4.3 Using the Absenteeism Data Mart through a BI software tool
Accessing the Data Mart the managers can create themselves several spreadsheets and
charts, or access some pre-built ones. Figure 2 below shows a simple but typical
table, where we can perceive the star-schema structure: dimensions on rows and
columns, and a fact summarization on the center cells.
Fig. 2. Typical BI table, showing dimensions (gray) and facts (white).
The dimension Time was used for columns on the Month hierarchy level, and the
dimension Absenteeism was placed row titles, using both levels Type and Subtype.
The fact presented is the number of hours for each situation, summarized by a Sum
function. The data were filtered for showing only the months 01/2006, 02/2006 and
A common OLAP tool allows us to apply user-defined functions and calculations
to the raw facts. For instance, to the same data used for Figure 2 we can apply the
formulas described on section 4.2 for the absenteeism rate on the organization,
producing the report shown on Figure 3.
Fig. 3. Processing the raw fact using Absenteeism rate formulas.
Since the users’ needs for this system concern mainly the Partial Actuation index,
we can plot a chart to view its behavior during all the months of 2006, as shows
Figure 4, simply changing the filter of the Time dimension and applying the fact data
to the Y axis of the chart.
Fig. 4. Chart for the Partial Actuation rate during the year of 2006.
If the user becomes curious about whether this behavior repeats for every year, he
or she can drill-up the Time dimension, accessing the Year hierarchy level, and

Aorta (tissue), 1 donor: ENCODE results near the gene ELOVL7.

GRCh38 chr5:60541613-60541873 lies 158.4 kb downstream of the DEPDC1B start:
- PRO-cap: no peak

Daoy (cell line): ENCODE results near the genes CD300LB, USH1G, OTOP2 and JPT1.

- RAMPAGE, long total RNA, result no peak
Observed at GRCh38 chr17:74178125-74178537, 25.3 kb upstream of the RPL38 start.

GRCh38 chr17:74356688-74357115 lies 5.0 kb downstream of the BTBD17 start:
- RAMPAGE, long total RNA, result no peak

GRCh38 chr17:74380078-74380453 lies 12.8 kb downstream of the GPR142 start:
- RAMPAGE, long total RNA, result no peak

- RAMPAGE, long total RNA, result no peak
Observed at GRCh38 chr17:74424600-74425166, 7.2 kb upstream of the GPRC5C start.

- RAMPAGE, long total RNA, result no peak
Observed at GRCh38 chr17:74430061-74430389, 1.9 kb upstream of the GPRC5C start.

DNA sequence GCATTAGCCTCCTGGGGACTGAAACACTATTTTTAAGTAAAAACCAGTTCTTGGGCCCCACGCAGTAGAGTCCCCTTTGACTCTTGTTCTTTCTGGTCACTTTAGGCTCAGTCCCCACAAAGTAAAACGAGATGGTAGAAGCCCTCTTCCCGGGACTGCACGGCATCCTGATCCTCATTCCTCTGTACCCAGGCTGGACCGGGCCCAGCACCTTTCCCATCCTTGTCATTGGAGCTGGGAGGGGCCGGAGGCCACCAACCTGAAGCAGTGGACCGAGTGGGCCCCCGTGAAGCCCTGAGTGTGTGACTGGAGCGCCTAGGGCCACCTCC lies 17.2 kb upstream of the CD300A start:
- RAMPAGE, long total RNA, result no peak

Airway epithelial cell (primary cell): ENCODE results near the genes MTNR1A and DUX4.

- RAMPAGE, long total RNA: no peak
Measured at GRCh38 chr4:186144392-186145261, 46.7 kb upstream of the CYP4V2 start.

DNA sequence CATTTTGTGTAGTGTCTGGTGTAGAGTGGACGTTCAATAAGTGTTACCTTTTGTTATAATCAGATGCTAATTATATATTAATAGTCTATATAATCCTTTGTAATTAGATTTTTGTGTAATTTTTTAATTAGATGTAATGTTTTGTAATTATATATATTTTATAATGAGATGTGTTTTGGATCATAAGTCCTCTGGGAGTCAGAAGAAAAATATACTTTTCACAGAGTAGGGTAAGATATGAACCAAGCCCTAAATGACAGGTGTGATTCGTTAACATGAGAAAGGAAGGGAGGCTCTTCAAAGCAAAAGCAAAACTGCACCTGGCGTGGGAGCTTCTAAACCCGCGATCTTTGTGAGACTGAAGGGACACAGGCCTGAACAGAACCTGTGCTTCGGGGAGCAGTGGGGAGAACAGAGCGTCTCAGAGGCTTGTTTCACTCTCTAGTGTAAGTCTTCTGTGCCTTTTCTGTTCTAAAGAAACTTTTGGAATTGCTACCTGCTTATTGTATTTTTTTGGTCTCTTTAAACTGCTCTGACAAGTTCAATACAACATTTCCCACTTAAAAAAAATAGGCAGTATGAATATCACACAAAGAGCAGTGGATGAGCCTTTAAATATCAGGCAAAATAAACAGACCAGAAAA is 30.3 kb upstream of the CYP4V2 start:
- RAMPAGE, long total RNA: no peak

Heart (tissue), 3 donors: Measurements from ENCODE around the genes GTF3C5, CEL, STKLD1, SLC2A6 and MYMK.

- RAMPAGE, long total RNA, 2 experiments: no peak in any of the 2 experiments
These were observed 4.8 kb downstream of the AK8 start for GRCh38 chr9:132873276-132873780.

producing another report and chart (Figure 5). Managers now can be prevented about
workforce needs along the year.
Fig. 5. Drilling-up the Time dimension and showing the last 3 years.
Other dimensions, as Workplace for instance, can be added to the sheet by simply
dragging and dropping onto the rows or columns, and then the same procedure of
drilling up and down can be applied for finding departments or offices of the
organization where the absenteeism rates require more attention from the Human
Resources department.
5 Results Analysis
The first phase of the project resulted on modeling about a dozen reports. The
Datmart was loaded with attendance data from the last five years. Some results were
presented to managers and HR team. These users provided us a positive feedback and
requests for more reports. The generated information was used for real institution’s
needs, as some strategic decisions related to extra-workforce hiring.
The new reports required by the users were variations of the first ones. To build
these reports, few changes on dimensions were enough, for instance, drilling down
the workplace dimension or adding/removing function dimension. From all the
dimensions provided, the only one that was not requested to be used was the gender
The choice using the number of hours, on work and absent, as the fact of the cube,
shows to be a good approach. The absence of a twelve-hour shift employee and a
four-hour shift employee, even in the same working day, are not summarized with the